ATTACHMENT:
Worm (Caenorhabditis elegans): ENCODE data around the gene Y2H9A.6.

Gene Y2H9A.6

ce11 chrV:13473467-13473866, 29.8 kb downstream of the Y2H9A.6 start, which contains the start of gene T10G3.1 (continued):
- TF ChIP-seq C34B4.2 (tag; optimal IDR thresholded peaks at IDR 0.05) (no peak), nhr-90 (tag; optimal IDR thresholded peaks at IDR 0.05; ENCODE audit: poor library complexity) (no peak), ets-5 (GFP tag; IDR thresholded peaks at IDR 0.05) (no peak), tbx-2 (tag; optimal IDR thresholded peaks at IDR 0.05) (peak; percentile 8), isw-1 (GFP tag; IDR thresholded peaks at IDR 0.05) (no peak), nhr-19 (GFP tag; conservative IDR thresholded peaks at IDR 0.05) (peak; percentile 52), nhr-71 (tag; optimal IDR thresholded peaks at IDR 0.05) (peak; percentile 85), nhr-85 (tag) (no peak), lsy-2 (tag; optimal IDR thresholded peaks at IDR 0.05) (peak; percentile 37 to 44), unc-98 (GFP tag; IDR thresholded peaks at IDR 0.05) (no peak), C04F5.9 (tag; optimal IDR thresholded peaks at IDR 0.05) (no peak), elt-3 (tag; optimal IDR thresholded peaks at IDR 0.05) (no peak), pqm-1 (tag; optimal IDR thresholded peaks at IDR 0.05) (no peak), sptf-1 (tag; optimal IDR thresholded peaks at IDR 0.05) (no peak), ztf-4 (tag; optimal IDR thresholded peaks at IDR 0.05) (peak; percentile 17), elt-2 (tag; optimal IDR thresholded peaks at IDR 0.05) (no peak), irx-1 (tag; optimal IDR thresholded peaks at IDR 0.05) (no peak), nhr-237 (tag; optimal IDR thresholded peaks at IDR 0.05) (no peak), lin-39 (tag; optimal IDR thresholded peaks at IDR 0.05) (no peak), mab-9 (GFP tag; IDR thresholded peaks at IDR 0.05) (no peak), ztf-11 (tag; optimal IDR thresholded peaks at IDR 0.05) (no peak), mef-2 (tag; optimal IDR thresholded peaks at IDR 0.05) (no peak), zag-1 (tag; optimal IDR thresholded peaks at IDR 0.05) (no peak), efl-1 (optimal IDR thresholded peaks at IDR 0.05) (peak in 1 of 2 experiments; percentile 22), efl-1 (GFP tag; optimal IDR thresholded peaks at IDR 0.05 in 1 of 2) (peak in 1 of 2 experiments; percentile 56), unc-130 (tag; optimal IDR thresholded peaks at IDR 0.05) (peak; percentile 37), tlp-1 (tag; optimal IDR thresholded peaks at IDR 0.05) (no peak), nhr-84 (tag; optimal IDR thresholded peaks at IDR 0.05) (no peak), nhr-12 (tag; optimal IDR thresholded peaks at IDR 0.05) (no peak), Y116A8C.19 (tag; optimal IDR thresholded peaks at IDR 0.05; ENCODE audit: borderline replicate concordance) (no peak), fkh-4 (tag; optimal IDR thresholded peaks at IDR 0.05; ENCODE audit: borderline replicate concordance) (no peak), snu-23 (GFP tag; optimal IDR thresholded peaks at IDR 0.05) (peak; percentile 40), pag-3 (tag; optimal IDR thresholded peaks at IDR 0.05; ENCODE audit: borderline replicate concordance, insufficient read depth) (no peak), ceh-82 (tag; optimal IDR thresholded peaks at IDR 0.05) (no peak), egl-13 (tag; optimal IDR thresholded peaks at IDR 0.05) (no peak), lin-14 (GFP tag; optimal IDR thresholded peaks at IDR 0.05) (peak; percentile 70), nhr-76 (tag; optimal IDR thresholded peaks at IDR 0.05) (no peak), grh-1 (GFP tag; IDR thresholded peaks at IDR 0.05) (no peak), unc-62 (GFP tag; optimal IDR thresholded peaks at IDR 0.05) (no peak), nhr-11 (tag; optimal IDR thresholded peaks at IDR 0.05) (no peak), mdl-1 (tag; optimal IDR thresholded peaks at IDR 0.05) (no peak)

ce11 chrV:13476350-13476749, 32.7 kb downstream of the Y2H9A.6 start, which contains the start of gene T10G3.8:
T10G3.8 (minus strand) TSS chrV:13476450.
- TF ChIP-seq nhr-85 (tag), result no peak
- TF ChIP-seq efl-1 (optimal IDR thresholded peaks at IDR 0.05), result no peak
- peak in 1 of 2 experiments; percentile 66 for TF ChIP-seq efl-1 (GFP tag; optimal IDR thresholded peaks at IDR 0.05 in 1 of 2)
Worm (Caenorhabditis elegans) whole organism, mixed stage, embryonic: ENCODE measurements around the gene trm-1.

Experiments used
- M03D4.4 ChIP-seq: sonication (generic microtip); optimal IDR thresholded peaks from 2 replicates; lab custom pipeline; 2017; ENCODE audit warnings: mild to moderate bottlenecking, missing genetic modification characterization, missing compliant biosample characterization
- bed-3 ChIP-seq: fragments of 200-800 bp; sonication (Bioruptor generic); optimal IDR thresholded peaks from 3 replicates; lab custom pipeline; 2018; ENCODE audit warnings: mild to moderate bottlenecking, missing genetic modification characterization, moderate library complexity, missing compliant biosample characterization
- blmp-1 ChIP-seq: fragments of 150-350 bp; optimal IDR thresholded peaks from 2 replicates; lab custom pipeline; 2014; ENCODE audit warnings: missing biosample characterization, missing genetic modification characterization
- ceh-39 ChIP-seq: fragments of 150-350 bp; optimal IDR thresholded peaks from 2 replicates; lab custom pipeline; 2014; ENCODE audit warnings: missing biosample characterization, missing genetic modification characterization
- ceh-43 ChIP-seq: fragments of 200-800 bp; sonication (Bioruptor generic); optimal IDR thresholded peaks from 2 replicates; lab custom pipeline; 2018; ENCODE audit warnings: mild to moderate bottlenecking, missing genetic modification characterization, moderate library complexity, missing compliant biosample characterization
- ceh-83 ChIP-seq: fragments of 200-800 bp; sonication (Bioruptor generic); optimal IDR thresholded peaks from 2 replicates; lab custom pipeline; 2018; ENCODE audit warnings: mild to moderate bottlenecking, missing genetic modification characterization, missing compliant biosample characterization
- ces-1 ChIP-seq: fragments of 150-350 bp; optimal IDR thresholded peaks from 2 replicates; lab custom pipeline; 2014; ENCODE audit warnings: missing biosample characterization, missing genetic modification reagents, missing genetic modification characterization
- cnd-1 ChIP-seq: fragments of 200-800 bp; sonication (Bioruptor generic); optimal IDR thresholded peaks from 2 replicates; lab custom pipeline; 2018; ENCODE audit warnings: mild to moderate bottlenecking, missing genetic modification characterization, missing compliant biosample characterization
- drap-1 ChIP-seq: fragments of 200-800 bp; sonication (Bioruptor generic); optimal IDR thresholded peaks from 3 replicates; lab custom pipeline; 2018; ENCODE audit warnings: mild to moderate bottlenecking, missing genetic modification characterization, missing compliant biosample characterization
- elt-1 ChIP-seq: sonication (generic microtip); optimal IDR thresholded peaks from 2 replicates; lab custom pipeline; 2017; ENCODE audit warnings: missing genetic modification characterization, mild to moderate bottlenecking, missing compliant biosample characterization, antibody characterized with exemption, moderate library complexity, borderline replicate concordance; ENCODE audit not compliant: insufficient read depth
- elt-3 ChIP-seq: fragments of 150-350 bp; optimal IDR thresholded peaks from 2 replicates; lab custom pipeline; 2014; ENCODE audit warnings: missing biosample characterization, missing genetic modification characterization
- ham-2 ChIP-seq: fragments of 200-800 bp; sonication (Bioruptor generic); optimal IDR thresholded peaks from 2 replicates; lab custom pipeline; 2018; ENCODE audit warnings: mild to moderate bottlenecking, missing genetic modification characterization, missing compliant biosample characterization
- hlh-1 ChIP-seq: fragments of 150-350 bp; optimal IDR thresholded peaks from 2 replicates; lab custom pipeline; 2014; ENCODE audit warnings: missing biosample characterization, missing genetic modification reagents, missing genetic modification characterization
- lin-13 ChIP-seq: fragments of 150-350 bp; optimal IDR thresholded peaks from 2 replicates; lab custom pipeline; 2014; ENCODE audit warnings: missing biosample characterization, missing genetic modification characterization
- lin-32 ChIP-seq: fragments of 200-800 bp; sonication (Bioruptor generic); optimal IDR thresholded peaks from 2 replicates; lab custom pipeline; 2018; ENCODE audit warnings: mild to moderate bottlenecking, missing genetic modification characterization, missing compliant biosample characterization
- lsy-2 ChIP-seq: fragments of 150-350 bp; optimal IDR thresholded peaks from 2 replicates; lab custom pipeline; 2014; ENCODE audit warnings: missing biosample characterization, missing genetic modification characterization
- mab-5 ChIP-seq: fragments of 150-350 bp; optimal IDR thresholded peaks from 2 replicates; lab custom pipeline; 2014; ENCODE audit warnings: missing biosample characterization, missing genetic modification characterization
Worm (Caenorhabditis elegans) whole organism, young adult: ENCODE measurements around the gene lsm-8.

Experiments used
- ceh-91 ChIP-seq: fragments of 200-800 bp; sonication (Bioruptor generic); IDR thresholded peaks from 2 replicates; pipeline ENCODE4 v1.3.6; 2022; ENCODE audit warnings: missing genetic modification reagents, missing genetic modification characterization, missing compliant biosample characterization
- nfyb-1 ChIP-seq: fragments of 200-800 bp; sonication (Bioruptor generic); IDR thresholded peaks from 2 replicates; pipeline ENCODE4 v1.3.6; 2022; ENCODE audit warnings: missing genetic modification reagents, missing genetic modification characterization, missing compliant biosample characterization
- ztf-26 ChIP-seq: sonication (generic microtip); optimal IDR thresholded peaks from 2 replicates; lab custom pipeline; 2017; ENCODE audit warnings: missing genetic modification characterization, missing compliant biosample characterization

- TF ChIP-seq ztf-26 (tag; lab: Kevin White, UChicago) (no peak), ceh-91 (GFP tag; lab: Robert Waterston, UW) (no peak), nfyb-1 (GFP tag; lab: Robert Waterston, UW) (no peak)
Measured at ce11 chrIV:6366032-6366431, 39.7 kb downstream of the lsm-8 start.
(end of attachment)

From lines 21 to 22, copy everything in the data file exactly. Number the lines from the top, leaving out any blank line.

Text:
- elt-1 ChIP-seq: sonication (generic microtip); optimal IDR thresholded peaks from 2 replicates; lab custom pipeline; 2017; ENCODE audit warnings: missing genetic modification characterization, mild to moderate bottlenecking, missing compliant biosample characterization, antibody characterized with exemption, moderate library complexity, borderline replicate concordance; ENCODE audit not compliant: insufficient read depth
- elt-3 ChIP-seq: fragments of 150-350 bp; optimal IDR thresholded peaks from 2 replicates; lab custom pipeline; 2014; ENCODE audit warnings: missing biosample characterization, missing genetic modification characterization